Another defect in the evidence as presented by the State is the officer's testimony regarding the lab report. Testimony regarding the contents of this report, made by a police chemist who never testified in court, was clearly inadmissible as hearsay. There is no stipulation by the defendant to the admission of the lab report reflected in the record. See People v. Gayles, 24 Ill.2d 242, 181 N.E.2d 83.

It is obvious that only an expert could identify the substances taken from the defendant as dangerous drugs. (People v. Williams, 25 Ill.2d 562, 185 N.E.2d 686.) The record clearly shows that there was no attempt to qualify the officer himself as an expert witness on controlled substances, and in fact the officer never tested the alleged dangerous drugs himself. The lack of competent evidence on the nature of the substances conclusively severs the chain of evidence which the State was required to present.

The State misplaces reliance on People v. Anthony, 28 Ill.2d 65, 190 N.E.2d 837. There the record revealed that the arresting officer placed the narcotics in question in a sealed envelope. Before delivering it to the crime laboratory he wrote his name on the back flap of the envelope and covered it with cellophane tape. The examining chemist also testified. He found the envelope in the same sealed condition with no suggestion of tampering, alteration, or substitution. On this evidence, although the chemist had not received the envelope directly from the officer when it was delivered, the Supreme Court held the chain sufficiently established. The Court felt likewise in People v. Cain, 35 Ill.2d 184, 220 N.E.2d 195, cert. denied, 385 U.S. 1042, also cited by the State. In that case testimony was again heard from both the policeman and the examining chemist. The defendant contended that there existed certain unaccounted for changes in the condition of the envelope containing the package of heroin admitted against him in evidence. The Court found this insufficient to break the continuity of possession since testimony from both the policeman and the chemist sufficiently negated any possibility of tampering. These cases clearly differ from the case at bar. Here the State offered no evidence at all regarding the condition of the substances when delivered to the lab or when tested there, nor did it offer any testimony from the examining chemist regarding the nature of the substances tested.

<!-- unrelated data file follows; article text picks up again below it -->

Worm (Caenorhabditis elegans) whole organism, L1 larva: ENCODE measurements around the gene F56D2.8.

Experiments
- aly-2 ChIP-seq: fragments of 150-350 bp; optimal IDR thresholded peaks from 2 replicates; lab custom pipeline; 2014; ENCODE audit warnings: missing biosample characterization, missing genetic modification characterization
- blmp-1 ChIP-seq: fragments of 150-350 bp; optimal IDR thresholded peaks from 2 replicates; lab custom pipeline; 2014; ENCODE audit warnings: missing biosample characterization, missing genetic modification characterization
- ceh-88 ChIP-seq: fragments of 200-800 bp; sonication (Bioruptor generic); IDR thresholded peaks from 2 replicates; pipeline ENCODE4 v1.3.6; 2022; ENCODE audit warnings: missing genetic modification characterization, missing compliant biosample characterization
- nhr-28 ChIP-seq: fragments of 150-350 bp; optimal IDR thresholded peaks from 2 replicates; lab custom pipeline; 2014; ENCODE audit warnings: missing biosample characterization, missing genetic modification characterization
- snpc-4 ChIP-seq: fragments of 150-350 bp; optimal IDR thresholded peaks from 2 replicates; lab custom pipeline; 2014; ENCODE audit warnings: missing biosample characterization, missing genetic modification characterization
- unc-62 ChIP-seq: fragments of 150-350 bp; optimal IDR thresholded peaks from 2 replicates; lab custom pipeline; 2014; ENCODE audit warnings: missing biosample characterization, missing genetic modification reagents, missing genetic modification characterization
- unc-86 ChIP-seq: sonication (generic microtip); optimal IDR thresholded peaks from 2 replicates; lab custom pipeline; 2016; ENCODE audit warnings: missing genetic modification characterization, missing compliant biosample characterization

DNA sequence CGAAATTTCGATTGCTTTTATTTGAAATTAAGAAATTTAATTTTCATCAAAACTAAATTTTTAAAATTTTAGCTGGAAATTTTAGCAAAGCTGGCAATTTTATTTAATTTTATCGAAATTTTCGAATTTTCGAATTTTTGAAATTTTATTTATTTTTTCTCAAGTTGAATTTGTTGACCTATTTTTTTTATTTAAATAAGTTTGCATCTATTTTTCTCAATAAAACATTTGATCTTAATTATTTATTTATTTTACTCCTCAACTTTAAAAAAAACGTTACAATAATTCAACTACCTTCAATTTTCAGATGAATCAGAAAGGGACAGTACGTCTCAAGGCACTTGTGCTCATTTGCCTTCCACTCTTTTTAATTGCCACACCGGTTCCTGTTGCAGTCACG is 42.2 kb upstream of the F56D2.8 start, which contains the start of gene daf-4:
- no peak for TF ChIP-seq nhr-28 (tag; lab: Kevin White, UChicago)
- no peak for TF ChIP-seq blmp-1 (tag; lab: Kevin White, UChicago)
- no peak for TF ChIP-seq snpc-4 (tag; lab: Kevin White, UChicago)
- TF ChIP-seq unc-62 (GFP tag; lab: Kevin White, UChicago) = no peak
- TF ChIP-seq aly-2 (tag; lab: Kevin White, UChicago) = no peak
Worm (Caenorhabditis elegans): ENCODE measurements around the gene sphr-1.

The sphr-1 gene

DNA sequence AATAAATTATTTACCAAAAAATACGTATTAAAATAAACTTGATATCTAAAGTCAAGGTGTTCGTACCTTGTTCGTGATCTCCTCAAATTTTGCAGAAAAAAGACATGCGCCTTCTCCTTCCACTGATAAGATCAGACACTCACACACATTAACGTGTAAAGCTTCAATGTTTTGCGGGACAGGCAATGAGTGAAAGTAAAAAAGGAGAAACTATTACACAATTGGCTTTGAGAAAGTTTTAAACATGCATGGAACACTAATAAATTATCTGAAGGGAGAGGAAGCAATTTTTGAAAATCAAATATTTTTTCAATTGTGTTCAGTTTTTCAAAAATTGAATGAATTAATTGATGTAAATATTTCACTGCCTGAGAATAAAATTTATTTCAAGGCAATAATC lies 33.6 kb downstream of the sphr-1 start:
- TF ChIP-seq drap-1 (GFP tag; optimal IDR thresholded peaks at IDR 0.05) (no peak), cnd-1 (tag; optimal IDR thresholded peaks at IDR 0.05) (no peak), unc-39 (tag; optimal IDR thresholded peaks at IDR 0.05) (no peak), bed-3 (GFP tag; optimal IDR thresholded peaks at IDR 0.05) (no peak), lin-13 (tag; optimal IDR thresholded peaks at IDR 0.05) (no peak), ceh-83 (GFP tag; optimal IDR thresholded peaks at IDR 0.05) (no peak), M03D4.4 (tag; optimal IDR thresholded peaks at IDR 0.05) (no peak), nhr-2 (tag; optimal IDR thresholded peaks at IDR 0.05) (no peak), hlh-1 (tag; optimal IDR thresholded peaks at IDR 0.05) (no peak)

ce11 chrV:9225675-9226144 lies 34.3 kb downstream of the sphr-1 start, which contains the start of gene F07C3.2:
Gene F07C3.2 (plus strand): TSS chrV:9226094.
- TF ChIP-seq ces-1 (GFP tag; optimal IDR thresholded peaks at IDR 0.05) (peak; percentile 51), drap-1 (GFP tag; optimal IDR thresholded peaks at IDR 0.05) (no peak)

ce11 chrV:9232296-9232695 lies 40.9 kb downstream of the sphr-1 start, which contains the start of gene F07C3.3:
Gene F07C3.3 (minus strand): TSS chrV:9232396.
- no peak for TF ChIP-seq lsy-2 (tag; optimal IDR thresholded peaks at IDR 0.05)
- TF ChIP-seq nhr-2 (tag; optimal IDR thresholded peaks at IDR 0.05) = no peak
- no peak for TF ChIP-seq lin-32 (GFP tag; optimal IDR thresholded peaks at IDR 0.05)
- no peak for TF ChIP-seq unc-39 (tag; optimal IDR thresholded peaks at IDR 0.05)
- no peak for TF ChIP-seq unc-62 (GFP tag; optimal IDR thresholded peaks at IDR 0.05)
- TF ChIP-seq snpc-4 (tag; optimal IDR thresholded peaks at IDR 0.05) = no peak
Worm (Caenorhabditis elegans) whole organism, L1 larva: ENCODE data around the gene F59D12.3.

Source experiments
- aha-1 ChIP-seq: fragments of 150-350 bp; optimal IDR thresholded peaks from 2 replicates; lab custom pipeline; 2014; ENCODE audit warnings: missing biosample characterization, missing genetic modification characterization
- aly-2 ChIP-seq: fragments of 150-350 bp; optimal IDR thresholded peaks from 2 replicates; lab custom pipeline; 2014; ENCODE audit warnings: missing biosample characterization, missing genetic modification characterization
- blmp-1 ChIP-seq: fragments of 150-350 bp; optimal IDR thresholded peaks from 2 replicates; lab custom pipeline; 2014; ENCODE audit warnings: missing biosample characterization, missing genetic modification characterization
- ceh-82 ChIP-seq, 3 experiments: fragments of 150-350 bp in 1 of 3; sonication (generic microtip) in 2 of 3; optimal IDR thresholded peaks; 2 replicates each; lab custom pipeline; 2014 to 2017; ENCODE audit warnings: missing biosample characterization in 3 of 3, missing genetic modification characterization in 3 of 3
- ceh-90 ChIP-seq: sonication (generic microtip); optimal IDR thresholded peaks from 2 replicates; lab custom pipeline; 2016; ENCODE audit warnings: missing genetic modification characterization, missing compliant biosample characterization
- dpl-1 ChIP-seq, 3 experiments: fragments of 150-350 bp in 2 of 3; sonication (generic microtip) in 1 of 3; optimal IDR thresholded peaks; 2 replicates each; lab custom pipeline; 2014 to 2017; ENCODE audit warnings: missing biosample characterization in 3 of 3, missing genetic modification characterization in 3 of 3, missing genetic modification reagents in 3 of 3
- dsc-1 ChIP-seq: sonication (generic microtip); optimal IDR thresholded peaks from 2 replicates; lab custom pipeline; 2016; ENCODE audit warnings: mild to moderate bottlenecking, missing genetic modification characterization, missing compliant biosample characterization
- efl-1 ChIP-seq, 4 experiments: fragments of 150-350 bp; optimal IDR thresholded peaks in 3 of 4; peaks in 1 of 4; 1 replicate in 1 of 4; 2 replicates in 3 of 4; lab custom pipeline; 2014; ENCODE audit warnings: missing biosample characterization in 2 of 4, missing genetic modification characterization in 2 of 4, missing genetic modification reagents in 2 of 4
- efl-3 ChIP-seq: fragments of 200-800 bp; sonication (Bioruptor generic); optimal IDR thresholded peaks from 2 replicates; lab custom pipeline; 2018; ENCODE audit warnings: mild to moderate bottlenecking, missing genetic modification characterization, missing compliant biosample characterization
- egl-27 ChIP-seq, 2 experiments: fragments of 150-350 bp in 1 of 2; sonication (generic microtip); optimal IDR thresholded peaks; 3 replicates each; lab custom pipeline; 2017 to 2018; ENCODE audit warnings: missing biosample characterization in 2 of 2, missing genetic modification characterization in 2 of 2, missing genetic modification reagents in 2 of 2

• 3 The State strenuously argues that the failure of defendant's trial counsel to object when the evidence was offered now waives defendant's right to raise the issue on appeal. But in view of the nature of the evidence presented here we feel the State completely failed to meet its burden. Under the circumstances shown by the record we cannot say that no reasonable doubt of the defendant's guilt remains or that every reasonable hypothesis inconsistent with innocence is excluded. On such a record the conviction cannot stand.

The judgment of the Circuit Court is therefore reversed.

Judgment reversed.

ADESKO and DIERINGER, JJ., concur.